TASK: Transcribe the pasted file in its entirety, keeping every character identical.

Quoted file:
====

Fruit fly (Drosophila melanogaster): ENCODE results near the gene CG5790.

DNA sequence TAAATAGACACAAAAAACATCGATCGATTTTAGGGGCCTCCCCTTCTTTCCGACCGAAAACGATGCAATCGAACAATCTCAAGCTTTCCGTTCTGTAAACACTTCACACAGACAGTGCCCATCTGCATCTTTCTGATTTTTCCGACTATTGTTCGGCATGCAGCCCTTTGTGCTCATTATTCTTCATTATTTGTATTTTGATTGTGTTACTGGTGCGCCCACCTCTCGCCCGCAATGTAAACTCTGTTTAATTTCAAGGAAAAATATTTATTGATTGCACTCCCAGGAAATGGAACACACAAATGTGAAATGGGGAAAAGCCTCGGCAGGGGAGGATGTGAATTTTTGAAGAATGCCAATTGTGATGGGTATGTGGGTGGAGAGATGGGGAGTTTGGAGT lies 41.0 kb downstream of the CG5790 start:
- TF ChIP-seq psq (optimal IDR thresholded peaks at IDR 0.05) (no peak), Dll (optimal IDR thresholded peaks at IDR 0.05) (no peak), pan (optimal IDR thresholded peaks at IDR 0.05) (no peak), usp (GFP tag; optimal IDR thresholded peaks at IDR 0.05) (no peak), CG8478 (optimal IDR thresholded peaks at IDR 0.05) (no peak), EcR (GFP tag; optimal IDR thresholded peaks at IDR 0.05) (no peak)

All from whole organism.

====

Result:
Fruit fly (Drosophila melanogaster): ENCODE results near the gene CG5790.

DNA sequence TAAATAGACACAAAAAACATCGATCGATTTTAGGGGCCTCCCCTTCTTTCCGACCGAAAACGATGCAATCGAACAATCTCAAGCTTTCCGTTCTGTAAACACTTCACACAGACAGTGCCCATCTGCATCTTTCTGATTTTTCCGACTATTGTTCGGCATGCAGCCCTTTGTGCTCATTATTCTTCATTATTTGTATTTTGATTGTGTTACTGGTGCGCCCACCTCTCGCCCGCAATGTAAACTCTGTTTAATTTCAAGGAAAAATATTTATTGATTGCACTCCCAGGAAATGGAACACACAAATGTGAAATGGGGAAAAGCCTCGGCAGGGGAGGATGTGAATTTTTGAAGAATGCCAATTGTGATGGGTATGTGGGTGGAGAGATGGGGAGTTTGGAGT lies 41.0 kb downstream of the CG5790 start:
- TF ChIP-seq psq (optimal IDR thresholded peaks at IDR 0.05) (no peak), Dll (optimal IDR thresholded peaks at IDR 0.05) (no peak), pan (optimal IDR thresholded peaks at IDR 0.05) (no peak), usp (GFP tag; optimal IDR thresholded peaks at IDR 0.05) (no peak), CG8478 (optimal IDR thresholded peaks at IDR 0.05) (no peak), EcR (GFP tag; optimal IDR thresholded peaks at IDR 0.05) (no peak)

All from whole organism.